Yes, there is a Rossini opera with a Canadian character. Well, OK it’s a bit ambiguous whether he’s Canadian or American and the librettist doesn’t seem quite sure that they aren’t the same thing. Anyway, likely the earliest of an appearance of a Canadian in opera unless one counts the Les sauvages d’Amérique section of Rameau’s Les Indes Galantes. The opera is the early one act comedy, La cambiale di matrimonio. It’s a bit of a one trick pony. An English merchant has contracted to marry his daughter to the Canadian, Snook, but she’s already unofficially engaged to another. After much faffing about Snook makes the contract over to the other suitor and makes him his heir. The joke, such as it is, is that all this is carried out in the language of commercial contracts. For example, when Snook minds out that Fanny is engaged he considers the “merchandise” to be “mortgaged” and so on. Still it provides a back drop for some showy singing and the usual rapid fire Rossini ensemble numbers.
I really wanted to like David Warrack’s new piece Abraham that premiered last night at the Metropolitan United Church. It’s described as an oratorio and tells the story of the patriarch Abraham and uses that as a jumping off point for arguing for the breaking down of barriers between Jews, Christians and Muslims based on their shared heritage(*). Given recent events in Canada and elsewhere that’s obviously a worthy goal and the whole thing was in aid of the Metropolitan United Church Syrian Refugee Fund; reason enough, in itself, to go.
Last night saw the alternative cast for the COC’s Barber of Seville take the stage for the first time. Almaviva, Rosina, Bartolo, Basilio are all changed and, last night, owing to illness Joshua Hopkins was replaced as Figaro by Clarence Frazer which, in turn meant Jan Vakulik sang the Officer.
On February 2nd Voicebox: Opera in Concert will be performing Rameau’s rarely performed Hippolyte et Aricie at the St. Lawrence Centre for the Arts. The cast will be led by mezzo Alyson McHardy as Phèdre with tenor Colin Ainsworth as Hippolyte, soprano Meredith Hall as Aricie and veteran bass Alain Coulombe as Thesée. Accompaniment will be by the Aradia Ensemble conducted by Kevin Mallon. Tickets are available from www.stlc.com
It seems like some of the most interesting repertoire choices this year are being presented in concert rather than fully staged. At least this one has more than piano accompaniment.
Britten’s Albert Herring is mysteriously under represented in the DVD catalogue. The work is performed quite often being relatively inexpensive to mount and suitable for smaller venues but the many productions haven’t led to many recordings. I have only been able to find one and that dates back to 1985 when it was recorded at Glyndebourne. That’s appropriate enough as that’s the house the piece premiered in in 1947. At least it’s a fair and effective representation of the work. Peter Hall’s production takes few liberties with the libretto and is a rather literal and effective, if necessarily somewhat caricatured, representation of life in a Suffolk village. The sets and costumes are evocative; especially the hall of Lady Billows’ house which really evokes a 17th century Great Hall and, as the view through the window tells us, is set in or close to the village, not in an isolated park. There’s quite a lot of that kind of attention to detail in this production.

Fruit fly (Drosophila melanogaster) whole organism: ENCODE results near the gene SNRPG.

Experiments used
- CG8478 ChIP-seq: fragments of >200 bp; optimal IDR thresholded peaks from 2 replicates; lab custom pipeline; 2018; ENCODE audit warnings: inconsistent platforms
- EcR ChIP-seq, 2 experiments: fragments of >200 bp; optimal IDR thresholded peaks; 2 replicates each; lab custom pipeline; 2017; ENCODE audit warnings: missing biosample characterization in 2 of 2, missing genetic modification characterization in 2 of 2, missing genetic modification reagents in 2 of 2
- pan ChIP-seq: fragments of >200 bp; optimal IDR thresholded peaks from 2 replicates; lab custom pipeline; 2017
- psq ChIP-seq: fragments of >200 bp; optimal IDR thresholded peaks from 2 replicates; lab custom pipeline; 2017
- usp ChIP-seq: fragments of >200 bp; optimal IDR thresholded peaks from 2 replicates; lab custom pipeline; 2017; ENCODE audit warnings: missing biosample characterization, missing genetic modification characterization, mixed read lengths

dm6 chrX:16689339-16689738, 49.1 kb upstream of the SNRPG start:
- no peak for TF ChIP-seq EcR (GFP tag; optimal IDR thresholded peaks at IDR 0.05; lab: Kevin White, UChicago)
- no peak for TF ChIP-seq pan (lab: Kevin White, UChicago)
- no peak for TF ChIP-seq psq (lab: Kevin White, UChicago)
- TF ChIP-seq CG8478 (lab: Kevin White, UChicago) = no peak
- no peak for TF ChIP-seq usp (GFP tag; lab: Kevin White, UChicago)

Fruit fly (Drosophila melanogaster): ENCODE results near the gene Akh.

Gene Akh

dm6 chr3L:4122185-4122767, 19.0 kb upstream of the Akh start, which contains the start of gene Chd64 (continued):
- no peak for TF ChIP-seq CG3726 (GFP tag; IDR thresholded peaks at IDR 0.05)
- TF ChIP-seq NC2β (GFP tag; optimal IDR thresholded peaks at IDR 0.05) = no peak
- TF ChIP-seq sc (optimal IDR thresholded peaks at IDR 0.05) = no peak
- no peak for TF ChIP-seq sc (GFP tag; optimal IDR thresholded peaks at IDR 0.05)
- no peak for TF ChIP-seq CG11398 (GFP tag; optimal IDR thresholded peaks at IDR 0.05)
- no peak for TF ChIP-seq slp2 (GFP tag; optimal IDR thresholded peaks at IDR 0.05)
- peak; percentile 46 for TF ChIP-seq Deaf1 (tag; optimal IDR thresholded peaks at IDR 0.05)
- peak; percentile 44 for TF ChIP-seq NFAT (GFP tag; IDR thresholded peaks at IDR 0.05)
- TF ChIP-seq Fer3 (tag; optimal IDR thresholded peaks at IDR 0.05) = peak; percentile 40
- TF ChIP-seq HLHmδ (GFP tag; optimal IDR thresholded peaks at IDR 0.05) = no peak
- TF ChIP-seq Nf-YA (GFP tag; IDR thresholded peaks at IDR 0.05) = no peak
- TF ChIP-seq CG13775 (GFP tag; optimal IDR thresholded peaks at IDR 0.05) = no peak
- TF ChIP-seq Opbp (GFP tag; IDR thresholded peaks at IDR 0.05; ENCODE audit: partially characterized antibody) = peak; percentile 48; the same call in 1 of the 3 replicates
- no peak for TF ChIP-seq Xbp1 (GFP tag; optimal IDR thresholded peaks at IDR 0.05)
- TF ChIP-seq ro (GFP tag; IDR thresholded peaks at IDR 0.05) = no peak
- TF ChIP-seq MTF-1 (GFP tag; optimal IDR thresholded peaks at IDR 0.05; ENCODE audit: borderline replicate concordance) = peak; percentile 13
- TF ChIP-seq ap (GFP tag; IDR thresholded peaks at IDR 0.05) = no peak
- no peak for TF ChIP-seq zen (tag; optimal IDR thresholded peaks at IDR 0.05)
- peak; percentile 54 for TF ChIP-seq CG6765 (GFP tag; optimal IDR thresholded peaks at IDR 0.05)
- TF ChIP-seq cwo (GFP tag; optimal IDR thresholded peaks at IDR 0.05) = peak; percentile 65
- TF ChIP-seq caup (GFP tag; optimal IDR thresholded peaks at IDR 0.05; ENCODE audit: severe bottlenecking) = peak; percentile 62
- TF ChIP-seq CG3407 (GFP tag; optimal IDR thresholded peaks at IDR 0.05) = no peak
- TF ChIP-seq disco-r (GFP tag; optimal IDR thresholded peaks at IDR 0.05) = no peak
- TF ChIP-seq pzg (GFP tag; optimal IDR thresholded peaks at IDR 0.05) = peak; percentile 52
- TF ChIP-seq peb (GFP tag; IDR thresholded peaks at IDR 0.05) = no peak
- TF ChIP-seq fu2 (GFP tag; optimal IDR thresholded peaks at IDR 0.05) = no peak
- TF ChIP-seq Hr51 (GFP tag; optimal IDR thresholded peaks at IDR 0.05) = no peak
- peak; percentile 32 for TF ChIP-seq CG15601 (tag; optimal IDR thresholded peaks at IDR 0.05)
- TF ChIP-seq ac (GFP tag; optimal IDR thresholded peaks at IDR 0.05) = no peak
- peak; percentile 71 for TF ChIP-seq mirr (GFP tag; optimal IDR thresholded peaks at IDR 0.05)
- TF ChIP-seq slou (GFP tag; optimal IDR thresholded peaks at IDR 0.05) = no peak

Last night I attended Soup Can Theatre’s double bill of Barber’s A Hand of Bridge followed by Jean-Paul Sartre’s No Exit; an English translation by Stuart Gilbert, of his 1944 play Huis Clos. The latter is a piece I’ve seen before and read in both English and French and I would never have imagined it could be presented as it was last night. It’s a play about three people who find themselves in a room in Hell together. They will be there for eternity, an eternal triangle I suppose, for they have been especially selected to get on each others’ nerves by continually reminding each character of that aspect of their former lives that they find least admirable. I have always seen it as an incredibly bleak play as befits one that premiered in Paris in the last months of the German occupation. I would never have imagined it as a comedy; albeit a dark one, but that’s what director Sarah Thorpe gave us. Continue reading →
Southern Television’s 1979 Glyndebourne broadcast was Beethoven’s Fidelio. The production by Peter Hall with designs by John Bury is conventional enough though tendencies to exaggerate are clearly creeping in. The chorus of prisoners is almost zombie like and Florestan looks disconcertingly like the legless sea captain from Blackadder II. Apart from that it’s a conventional 1800ish setting where the prison’s a prison, the dungeon’s a dungeon etc. It’s also very literal in that the dungeon is so dark it’s almost impossible to see anything. Continue reading →
Peter Hall’s 1981 Glyndebourne production of Britten’s A Midsummer Night’s Dream was quite celebrated in its day. How does it wear, thirty years later? The bottom line is it looks and sounds a bit tired.
The production was innovative in its day. The scenery in the forest is inhabited by supers who make it, in a sense, “enchanted” and the lighting is interesting (at least so far as one can tell on the DVD). The problem is it never manages to generate any sense of menace from the world of the Fairies without which, to me at least, Dream (Britten’s version or Shakespeare’s) is insipid. Part of this lies in the old fashioned counter tenor sound of James Bowman and part in the very childlike fairies. As a result the first act starts very slowly and the Hermia (Cynthia Buchan) and Lysander (Ryland Davies) scene fails to spark. The “I swear to thee” duet is really slow and a bit lack lustre. Things do liven up a bit with the entry of Demetrius (Dale Duesing) and Helena (Felicity Lott). All in all Act One is a bit of a snooze.